Remember how I was trying to be a responsible, frugal adult and cook as many of my meals as possible? Yeah, that went away. Not only is cooking often really inconvenient, but in the hands of a novice, it can even be dangerous. Long story short, after a little incident with the broiler my apartment complex had to give us a new oven, and for the past month and a half I’ve avoided it after making a solemn vow to live on takeout for the rest of my days.

However, sometimes takeout is also really inconvenient. One of those times happened last week, when I was already in pajamas in my apartment and I got hungry. I didn’t feel like drive-through food, delivery is expensive, and I do have SOME pride, so my only option was to brave the stovetop using some of the groceries my mom bought me the last time I was home for a weekend: pasta and canned sauce.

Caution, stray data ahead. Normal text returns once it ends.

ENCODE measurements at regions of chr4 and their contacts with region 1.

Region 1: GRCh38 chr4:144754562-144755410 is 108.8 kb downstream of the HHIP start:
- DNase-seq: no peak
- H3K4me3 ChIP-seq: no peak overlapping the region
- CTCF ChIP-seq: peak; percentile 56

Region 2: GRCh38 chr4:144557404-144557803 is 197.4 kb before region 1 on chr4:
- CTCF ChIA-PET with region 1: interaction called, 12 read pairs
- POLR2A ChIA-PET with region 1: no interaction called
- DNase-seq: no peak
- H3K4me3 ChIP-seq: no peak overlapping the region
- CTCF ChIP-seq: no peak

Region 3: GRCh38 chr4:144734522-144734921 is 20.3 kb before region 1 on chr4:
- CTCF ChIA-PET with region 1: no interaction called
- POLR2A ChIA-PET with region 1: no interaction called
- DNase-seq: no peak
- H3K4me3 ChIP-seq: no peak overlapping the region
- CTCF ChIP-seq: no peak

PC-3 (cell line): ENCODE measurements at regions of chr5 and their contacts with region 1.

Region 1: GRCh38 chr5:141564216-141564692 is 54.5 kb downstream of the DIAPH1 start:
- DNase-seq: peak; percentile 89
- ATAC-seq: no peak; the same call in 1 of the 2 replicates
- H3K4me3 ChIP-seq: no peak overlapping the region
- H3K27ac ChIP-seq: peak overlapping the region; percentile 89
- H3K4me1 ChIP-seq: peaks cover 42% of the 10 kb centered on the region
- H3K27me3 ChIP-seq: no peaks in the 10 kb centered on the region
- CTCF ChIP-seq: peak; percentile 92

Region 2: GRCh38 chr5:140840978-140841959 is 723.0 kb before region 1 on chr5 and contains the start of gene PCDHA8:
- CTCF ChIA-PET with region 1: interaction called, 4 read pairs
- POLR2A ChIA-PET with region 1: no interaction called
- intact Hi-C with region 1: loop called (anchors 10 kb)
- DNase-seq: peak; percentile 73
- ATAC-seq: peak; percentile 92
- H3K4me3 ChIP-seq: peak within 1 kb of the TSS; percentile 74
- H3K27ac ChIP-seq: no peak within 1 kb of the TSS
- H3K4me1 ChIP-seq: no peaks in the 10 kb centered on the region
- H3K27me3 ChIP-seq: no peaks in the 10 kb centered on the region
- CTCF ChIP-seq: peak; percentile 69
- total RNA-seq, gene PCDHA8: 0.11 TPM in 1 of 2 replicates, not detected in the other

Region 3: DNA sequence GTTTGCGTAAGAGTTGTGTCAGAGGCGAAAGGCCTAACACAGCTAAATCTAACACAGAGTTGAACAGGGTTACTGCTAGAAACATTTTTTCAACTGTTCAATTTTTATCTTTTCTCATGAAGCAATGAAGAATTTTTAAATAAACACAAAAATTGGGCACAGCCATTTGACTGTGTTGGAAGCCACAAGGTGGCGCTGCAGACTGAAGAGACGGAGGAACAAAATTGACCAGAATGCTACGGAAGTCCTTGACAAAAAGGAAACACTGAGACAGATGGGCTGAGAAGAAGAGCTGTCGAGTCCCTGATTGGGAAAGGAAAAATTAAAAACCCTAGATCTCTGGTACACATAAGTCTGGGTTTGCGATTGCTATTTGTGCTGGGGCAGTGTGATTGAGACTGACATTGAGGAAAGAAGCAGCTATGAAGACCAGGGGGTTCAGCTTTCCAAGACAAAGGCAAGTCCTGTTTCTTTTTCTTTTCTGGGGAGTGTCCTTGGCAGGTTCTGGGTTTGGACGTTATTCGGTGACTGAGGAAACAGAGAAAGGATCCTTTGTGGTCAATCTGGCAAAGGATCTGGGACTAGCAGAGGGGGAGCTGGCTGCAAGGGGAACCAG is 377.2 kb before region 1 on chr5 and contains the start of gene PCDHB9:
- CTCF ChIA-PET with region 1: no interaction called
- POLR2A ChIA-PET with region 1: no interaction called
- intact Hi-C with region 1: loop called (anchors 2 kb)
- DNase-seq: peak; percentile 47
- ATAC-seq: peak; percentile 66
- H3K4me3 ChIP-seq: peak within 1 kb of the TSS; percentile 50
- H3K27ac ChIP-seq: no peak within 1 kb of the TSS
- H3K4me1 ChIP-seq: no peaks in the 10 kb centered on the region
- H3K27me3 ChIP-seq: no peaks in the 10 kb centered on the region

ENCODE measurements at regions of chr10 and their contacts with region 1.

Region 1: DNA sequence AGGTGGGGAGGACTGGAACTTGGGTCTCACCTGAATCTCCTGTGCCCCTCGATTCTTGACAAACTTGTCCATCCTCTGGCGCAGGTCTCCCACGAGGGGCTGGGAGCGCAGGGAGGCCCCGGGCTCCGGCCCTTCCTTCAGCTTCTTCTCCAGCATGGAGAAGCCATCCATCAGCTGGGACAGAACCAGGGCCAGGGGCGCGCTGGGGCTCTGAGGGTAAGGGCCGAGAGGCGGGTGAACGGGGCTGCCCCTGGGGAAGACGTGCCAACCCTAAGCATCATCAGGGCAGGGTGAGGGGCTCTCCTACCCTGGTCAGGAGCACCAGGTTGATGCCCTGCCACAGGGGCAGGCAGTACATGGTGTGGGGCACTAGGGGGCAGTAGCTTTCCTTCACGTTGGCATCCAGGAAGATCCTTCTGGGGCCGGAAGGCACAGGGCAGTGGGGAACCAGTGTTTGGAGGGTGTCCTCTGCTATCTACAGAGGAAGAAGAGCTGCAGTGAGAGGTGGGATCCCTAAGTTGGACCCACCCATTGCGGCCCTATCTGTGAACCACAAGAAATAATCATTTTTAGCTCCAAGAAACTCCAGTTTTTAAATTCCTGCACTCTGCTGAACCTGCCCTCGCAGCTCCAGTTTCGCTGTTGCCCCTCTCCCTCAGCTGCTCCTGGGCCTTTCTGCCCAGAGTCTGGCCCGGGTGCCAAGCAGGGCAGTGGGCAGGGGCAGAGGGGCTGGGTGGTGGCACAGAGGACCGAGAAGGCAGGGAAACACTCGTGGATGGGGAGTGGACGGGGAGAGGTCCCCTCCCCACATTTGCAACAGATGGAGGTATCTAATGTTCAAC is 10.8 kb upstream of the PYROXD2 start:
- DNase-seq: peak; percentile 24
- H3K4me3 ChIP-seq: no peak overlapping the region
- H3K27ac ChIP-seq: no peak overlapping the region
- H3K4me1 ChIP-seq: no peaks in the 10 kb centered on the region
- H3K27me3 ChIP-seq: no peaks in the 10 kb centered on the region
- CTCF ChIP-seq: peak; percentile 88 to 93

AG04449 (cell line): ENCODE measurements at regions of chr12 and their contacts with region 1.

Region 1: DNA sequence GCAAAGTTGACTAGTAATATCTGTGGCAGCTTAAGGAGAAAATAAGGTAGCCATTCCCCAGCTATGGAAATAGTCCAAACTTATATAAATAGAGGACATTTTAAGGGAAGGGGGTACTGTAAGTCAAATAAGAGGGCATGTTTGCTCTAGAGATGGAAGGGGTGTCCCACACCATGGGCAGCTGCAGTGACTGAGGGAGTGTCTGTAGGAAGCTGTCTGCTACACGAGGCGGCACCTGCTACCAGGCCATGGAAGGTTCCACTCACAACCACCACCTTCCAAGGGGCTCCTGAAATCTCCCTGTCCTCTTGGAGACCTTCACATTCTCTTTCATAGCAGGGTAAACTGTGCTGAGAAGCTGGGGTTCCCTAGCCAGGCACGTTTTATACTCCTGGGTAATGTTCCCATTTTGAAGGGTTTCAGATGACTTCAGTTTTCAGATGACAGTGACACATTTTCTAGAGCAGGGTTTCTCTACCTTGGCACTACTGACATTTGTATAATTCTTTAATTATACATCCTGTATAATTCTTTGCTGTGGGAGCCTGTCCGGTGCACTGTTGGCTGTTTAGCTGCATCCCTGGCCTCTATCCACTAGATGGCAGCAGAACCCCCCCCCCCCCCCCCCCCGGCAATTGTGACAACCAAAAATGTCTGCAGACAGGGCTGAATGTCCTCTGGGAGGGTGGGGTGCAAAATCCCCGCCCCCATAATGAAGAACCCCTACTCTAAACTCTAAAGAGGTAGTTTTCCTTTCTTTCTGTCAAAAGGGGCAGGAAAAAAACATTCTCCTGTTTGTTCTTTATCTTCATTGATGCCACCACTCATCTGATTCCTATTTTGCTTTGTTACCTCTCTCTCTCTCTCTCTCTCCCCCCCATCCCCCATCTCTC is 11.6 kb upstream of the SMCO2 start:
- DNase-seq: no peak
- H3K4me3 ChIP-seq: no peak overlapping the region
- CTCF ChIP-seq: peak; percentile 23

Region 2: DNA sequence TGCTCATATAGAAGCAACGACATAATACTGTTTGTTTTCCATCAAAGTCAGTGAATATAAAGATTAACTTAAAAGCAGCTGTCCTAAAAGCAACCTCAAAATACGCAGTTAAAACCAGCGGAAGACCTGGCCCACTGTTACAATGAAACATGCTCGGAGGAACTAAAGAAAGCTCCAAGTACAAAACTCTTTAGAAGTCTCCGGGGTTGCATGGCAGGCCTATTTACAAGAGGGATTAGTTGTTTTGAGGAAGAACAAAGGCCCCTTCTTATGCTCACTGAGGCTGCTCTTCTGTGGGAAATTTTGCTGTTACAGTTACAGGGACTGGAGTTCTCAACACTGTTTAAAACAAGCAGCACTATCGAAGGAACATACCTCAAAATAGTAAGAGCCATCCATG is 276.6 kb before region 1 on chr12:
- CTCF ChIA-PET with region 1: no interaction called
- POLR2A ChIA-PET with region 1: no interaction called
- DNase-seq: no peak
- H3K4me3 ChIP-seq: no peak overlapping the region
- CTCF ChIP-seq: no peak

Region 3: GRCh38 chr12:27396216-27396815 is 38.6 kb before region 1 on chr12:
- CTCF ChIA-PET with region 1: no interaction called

(What? Are you suggesting that I could have put my bra and real pants back on to go out and get food? Are you insane?)

I was apprehensive at first. After all, I don’t have the best track record with hot cooking appliances—I once started a fire boiling water for macaroni and cheese while babysitting, for Pete’s sake. (No, nothing was destroyed. Yes, firemen came. Yes, it was embarrassing. Can we move on now?)

Nuff said. Image from

Nuff said. Image from

My pyrophobia notwithstanding, once I got back into cooking it was actually a little… fun. Canned sauce seemed boring, so I threw in some extra green vegetables and some cuttings from my roommate’s windowsill herb garden (again, boys, he’s single), and it turned out surprisingly well. Yes, cooking can be scary and inconvenient, but the good news is that food doesn’t have to be gourmet to be filling. Here’s a “recipe” that will keep you from feeling the kind of desperation that results in re-donning one’s restrictive undergarments to go on a quest for sustenance.

What is not sucking? Not sucking is defined in the realm of cooking pasta as creating a semi-Italian dinner that is edible, balanced and satisfying.